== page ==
Celebrating 20 years of the indie music and arts

It’s the second week of May and Dede Flemming is already out on site working to bring Lightning in a Bottle to life.

The first group of teams charged with building the Memorial Day Weekend festival arrived a few days earlier and, over the course of the next few weeks, they’ll transform Kern County’s Buena Vista Lake into a temporary hub for music, art and meditation.

For Dede, one of the three Flemming siblings who co-founded Lightning in a Bottle, this preparation period is his favorite part of the experience.

“We come from the festival world and this community that we get to work and create with are special,” he said during a video call earlier this month.

Back in 1999, Dede’s older brothers, Jesse and Josh, celebrated their birthday with “a little mountain rave.” At the time, only Jesse was living in California. Dede and Josh were still based in Pennsylvania, but, they too eventually moved out west and, within a few years, the birthday rave turned into a music and arts festival. Dede oversees operations and logistics while Jesse and Josh focus on the music and arts components.

Lightning in a Bottle, which celebrates its 20th anniversary this year, remains the flagship event for the brothers’ company, The Do Lab, and operates independently from the country’s major corporate concert promoters and ticket sellers.

“All the responsibility and all the liability and all the risk is on us as a company and, ultimately, as individuals. That makes things challenging,” he said.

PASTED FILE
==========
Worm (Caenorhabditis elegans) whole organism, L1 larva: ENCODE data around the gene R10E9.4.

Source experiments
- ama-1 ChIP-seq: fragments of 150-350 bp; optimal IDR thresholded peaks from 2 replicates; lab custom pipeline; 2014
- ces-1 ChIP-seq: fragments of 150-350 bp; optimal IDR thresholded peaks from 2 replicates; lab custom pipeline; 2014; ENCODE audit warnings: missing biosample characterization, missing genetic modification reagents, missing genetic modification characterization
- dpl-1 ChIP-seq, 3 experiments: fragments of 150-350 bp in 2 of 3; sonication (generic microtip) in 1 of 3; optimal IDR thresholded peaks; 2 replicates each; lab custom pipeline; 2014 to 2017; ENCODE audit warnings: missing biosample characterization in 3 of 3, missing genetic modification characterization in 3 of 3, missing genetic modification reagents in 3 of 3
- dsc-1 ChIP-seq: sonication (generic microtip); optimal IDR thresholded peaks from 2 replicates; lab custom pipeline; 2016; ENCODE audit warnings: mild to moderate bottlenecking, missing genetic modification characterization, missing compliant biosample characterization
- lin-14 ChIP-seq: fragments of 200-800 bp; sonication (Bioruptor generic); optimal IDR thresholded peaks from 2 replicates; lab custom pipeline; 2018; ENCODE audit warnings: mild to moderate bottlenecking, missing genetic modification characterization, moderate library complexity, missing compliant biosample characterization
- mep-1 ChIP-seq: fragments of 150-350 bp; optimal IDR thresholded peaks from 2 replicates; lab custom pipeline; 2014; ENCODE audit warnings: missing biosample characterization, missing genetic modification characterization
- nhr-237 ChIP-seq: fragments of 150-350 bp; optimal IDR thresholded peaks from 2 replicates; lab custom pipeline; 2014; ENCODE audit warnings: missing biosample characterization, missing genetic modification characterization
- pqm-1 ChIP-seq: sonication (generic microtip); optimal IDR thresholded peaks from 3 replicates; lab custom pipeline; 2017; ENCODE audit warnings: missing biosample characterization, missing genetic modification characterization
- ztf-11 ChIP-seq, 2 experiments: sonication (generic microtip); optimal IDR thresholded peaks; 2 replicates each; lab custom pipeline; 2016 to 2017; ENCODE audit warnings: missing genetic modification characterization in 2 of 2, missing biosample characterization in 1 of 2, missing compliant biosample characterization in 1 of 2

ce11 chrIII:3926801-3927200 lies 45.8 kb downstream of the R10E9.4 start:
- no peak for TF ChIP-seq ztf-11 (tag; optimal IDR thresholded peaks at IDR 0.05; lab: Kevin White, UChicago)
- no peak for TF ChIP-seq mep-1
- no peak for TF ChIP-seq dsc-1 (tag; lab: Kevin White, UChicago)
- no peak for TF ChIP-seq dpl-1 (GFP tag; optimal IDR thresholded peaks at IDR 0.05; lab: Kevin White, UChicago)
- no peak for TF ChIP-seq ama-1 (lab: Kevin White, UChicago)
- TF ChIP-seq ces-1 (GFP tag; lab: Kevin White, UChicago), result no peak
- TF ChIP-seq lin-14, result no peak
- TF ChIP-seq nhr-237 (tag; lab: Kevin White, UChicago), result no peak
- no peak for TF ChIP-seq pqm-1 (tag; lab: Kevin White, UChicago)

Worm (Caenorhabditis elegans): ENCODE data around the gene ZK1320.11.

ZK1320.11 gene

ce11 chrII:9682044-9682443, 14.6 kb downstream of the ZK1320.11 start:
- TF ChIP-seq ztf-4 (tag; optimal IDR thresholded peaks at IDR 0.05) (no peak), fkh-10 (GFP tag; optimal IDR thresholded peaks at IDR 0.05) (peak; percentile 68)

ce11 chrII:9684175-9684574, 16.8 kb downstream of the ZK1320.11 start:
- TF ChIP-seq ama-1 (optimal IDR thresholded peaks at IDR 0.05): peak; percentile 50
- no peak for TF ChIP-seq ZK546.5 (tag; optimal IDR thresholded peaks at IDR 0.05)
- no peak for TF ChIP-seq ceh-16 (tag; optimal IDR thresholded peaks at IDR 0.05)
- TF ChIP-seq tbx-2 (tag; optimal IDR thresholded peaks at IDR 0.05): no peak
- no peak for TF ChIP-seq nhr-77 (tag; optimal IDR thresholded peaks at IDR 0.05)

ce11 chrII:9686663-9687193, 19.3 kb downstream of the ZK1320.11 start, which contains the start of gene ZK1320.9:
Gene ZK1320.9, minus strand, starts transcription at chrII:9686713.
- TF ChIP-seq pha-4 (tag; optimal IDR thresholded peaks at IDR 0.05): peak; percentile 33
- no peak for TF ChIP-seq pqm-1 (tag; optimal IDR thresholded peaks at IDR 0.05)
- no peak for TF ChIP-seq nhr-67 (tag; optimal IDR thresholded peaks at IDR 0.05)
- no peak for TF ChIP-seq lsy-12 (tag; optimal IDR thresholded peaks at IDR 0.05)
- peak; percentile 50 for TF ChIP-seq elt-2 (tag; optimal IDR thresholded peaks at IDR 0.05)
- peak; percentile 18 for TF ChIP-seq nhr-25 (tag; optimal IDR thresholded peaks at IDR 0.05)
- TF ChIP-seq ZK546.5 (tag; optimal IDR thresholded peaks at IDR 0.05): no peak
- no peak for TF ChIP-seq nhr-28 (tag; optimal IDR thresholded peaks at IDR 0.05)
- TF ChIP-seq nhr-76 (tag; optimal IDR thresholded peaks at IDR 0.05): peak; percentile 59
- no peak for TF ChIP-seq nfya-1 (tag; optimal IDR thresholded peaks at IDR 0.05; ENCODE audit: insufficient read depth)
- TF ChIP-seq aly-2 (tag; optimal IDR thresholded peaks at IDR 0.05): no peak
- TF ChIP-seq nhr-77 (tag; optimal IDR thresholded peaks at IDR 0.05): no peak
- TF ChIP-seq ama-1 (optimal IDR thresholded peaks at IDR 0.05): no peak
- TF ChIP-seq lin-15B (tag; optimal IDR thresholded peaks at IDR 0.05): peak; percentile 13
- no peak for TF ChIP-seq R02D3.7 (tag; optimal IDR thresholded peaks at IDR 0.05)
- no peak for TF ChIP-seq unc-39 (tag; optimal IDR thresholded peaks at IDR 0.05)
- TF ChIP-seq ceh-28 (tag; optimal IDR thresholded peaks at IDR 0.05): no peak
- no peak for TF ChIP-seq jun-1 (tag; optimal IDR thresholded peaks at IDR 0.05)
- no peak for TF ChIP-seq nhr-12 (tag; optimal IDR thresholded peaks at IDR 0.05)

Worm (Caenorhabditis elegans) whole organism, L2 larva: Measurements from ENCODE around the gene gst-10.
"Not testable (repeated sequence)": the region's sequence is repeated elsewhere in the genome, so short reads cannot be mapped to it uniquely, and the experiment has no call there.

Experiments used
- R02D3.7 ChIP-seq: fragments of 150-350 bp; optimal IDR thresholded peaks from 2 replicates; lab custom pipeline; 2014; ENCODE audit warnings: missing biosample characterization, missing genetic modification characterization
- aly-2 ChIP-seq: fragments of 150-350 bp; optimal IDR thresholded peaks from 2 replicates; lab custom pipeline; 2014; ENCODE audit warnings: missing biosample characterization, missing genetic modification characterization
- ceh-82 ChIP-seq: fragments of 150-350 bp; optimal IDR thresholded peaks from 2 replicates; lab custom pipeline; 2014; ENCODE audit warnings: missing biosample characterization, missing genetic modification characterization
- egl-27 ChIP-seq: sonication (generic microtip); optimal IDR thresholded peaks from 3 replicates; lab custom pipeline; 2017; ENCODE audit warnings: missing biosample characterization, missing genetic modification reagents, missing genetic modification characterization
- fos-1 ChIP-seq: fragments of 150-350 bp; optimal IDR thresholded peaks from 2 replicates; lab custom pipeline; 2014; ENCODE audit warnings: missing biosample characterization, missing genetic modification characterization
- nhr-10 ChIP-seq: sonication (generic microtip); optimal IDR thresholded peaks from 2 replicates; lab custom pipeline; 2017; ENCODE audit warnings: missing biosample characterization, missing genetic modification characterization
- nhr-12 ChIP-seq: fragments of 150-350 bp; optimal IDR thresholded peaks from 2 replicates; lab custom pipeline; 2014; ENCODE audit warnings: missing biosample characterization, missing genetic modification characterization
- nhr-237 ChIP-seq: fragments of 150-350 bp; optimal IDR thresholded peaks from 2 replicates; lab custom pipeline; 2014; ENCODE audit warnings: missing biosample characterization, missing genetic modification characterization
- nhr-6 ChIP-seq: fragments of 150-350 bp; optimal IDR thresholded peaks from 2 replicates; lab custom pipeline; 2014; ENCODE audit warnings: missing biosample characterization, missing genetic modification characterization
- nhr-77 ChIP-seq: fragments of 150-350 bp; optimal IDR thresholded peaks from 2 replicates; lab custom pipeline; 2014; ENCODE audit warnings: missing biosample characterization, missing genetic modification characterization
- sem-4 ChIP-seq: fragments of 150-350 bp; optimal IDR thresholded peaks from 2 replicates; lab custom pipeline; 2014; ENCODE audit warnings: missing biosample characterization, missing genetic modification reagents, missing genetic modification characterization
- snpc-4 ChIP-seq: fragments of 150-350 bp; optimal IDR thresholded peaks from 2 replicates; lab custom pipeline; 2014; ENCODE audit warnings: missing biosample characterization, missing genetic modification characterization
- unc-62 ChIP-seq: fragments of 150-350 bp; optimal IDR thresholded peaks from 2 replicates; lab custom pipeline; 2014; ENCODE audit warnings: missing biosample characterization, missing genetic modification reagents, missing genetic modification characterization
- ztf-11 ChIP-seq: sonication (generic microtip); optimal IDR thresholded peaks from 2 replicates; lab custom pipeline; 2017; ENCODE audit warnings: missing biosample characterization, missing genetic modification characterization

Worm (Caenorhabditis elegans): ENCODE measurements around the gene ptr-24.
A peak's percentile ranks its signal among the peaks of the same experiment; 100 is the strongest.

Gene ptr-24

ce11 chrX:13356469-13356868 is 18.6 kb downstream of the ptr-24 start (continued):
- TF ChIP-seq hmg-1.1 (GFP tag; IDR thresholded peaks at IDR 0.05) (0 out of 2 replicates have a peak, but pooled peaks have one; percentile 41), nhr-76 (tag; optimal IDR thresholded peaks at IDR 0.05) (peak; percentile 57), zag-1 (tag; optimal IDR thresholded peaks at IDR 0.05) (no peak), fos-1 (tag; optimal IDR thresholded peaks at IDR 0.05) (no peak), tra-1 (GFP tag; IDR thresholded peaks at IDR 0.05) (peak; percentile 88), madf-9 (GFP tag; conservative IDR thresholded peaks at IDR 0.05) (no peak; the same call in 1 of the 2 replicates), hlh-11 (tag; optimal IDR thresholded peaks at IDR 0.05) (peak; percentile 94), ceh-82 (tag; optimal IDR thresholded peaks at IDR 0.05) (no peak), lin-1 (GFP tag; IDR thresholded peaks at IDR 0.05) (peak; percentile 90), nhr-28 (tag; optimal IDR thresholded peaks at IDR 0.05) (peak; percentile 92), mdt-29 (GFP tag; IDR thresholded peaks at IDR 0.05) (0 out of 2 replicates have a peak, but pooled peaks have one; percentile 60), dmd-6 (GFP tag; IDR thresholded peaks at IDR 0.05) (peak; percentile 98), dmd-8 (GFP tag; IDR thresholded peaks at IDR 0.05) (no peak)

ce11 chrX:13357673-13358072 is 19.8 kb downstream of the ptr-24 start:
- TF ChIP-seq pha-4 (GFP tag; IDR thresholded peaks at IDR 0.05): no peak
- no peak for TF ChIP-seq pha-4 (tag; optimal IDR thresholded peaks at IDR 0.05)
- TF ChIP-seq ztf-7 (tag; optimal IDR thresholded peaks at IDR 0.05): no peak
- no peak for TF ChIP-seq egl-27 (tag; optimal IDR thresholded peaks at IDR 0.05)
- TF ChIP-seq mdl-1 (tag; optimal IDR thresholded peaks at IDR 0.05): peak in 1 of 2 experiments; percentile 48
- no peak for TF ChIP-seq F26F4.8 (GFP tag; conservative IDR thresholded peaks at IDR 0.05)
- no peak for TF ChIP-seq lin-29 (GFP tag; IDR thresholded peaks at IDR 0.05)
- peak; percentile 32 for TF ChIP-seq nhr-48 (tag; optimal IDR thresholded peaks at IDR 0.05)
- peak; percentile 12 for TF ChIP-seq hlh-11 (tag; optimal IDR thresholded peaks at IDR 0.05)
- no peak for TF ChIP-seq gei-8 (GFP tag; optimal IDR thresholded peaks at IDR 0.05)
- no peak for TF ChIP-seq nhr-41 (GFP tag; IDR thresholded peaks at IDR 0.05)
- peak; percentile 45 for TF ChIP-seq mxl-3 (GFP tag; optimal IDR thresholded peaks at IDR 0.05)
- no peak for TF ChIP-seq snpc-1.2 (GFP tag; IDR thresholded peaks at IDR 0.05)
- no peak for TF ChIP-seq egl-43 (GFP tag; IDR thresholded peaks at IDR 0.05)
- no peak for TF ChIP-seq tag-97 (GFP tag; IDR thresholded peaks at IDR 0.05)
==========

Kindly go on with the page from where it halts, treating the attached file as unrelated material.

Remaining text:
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“We stand on our own two feet, but it’s also the ultimate freedom as well,” he added. “Whatever decisions we come up with, whatever goofy ideas we come up with, it’s our choice. We don’t have to run it by anybody. We don’t have to get approvals from a parent company or anything like that. We get to be nimble and move freely.”

That flexibility is reflected in the festival’s lineup, which brings together artists from across the wide spectrum of dance music, like Grammy-winning nu-disco star Purple Disco Machine, L.A.-based beat producer and Dome of Doom label-founder Wylie Cable, electronic rock duo Phantogram and beloved L.A. house DJ Marques Wyatt.

As an indie festival, they aren’t working with the same kind of budget other events might have, Flemming notes, and their ability to book artists can be impacted by practices like radius clauses in contracts.

“It forces us to be more creative and crafty in the booking process,” he said.


It also presents an opportunity to include up-and-comers and Southern California favorites alongside established talent like Rezz, Sofi Tukker, Zhu and Diplo. This year’s festival also includes performances from LIB favorites like Beats Antique, Random Rab, The Polish Ambassador and The Glitch Mob.

“These are people that have been with us for many, many years, since the early days,” Flemming said. “It’s exciting to have them back.”

It’s not just a nod to the festival’s past, but to the legacy of the Flemming brothers’ production company The Do Lab, which has also hosted a stage at the Coachella Valley Music and Arts Festival in Indio for 17 years and, back in the ‘00s, threw a number of one-off events in downtown Los Angeles, and their roots.

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